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Hats off to British hops

Hats off to British hops

A decade ago the English hop industry was on its knees as more and more brewers imported hops from abroad. But the revived British Hops Association has breathed life back into the market and has developed a new range of plants that deliver the rich, fruity aromas and flavours that craft brewers demand.

Added: Tuesday, October 6th 2020

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Billy Tidy, fizz, fun and keg buster

Billy Tidy, fizz, fun and keg buster

Bill Tidy at the age of 86 has hung up his pens and sketch pads after years of tickling the nation's ribs with such strip cartoons as the Cloggies and the Fosdyke Saga. He created Kegbuster in the 1970s for CAMRA's What's Brewing newspaper where he lampooned the activities of the Grotny Hardmen and Twitbread and their lacklustre keg beers.

Added: Wednesday, July 29th 2020

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Liverpool gets a love in at Love Lane

Liverpool gets a love in at Love Lane

Steve Crawley has brought the much-missed Higson's beers back to Liverpool -- but there's a lot more to be found at the Love Lane Brewery in the fashionable Baltic Triangle. Pale Ale is far and away the biggest beer, backed by IPAs and Baltic Stout. And there are modern gins to please a young clientele as well as excellent food

Added: Friday, June 26th 2020

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Pubs: you always miss the ones you love

Pubs: you always miss the ones you love

It's when the pubs are closed that you realise how much you miss them. Here's a run down of just some of the hostelries I have visited and treasured over the years. Pictured: the Boleyn Tavern in London E6 that used to stand next to West Ham United football ground

Added: Thursday, May 28th 2020

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The highs and lows of Draught Guinness

The highs and lows of Draught Guinness

There's been a lively debate on Twitter about an old system used to serve Irish stouts. It was known as the two cask or high and low system. One cask held freshly-fermented beer, the second older, mature beer. The system was phased out when Guinness developed a new keg method that served the stout with a mixture of carbon dioxide and nitrogen gasses

Added: Wednesday, May 13th 2020

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Taste of history: ale brewed for the Arctic

Taste of history: ale brewed for the Arctic

When some bottles of beer were discovered in the cellars of the former Allsopps' brewery in Burton-on-Trent they turned out be to Arctic Ale, brewed in 1875. They had been produced for the crew of ships sent by Queen Victoria to find the survivors of an earlier attempt to navigate the North West Passage from the Atlantic to the Pacific. When a small group assembled in Burton in 2011 the key question was: "Will the beer be drinkable?"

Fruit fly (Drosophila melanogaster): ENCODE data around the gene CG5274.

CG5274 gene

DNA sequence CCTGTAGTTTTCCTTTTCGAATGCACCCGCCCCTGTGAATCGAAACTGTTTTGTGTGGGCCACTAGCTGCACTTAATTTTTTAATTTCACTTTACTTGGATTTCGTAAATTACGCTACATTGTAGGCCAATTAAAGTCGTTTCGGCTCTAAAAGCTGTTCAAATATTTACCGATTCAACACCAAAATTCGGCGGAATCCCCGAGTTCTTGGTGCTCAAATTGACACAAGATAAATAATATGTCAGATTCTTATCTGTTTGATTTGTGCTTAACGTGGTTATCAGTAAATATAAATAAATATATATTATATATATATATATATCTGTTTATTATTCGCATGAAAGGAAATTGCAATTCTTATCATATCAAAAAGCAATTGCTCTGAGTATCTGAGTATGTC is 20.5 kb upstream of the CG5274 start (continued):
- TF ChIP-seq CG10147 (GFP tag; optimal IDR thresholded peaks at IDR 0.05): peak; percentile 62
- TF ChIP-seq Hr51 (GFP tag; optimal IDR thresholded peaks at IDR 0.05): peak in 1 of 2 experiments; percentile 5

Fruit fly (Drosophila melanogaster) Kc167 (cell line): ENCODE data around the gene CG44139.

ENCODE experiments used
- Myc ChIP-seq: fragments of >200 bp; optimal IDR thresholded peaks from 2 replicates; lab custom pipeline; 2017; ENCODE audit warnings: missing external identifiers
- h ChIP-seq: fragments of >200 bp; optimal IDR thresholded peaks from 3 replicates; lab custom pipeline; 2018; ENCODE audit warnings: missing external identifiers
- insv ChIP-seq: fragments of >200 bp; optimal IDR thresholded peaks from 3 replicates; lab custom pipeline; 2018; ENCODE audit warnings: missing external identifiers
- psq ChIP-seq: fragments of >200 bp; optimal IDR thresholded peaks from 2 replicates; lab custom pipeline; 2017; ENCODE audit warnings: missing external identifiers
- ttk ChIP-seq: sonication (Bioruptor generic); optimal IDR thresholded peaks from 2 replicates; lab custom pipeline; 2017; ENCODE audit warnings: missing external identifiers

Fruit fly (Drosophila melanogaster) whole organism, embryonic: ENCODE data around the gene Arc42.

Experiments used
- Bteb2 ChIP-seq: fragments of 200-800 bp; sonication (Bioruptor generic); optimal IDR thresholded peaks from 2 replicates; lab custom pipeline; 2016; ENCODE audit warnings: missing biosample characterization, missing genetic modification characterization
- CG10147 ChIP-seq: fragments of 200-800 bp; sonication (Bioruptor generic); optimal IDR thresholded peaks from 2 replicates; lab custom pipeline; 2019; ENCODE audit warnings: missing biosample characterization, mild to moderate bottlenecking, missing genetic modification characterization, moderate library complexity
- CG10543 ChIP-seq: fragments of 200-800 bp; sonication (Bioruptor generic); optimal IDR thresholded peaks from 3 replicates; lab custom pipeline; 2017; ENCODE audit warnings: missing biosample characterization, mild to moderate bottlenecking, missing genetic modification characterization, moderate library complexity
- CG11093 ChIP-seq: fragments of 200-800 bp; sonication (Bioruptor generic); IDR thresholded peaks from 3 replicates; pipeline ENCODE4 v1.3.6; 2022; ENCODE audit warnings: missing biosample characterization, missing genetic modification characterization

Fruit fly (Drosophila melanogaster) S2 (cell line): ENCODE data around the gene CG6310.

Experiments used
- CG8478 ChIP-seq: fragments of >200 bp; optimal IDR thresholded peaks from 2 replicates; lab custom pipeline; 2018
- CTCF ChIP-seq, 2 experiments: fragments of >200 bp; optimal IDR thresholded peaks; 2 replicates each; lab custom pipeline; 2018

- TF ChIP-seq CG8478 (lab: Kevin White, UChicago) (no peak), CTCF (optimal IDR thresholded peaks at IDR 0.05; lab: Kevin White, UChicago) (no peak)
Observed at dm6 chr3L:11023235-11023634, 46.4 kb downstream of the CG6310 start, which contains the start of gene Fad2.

Added: Monday, May 11th 2020

Feature

How a little yeast gives beer some bottle

How a little yeast gives beer some bottle

Are bottle-conditioned beers better than beers that have been filtered? The evidence says Yes. Not only are modern beers with live yeast more flavourful but some beers more than 100 years old remain in fine drinking condition as a result of secondary fermentation in bottle, as a tasting of old Bass "corkers" (pictured) proved

Added: Saturday, May 9th 2020

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Duncan Sambrook is Young's at heart

Duncan Sambrook is Young's at heart

Duncan Sambrook opened his brewery in Battersea when Young's closed in Wandsworth in 2006. Now Duncan plans to move his plant to the former Young's site that's now part of the Ram Quarter of housing and offices. He will restore a tradition of brewing that goes back to the time of Elizabeth the First.

Added: Friday, May 8th 2020

Feature

It's Curious -- a great British lager

It's Curious -- a great British lager

Great lager beers come from Central Europe while Britain is saddled with the mass-produced brews produced by global brewers. But small independent brewers in Britain are now making some fine interpretations of the style -- and king of the heap is Curious Brew, which uses wine techniques including Champagne yeast

Added: Thursday, May 7th 2020

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Beer and pubs in the firing line

Beer and pubs in the firing line

The nation's pubs are shut tight and it's not the first time they have suffered during a time of crisis. During the First World War, the teetotal Liberal politician David Lloyd George (pictured) drove through measures that drastically cut pub opening hours, increased the price of beer and remodelled pubs to make them less cheerful places to visit. Massive rises in beer duty led to stronger beers such as IPA becoming a shadow of their former selves

Added: Thursday, April 9th 2020

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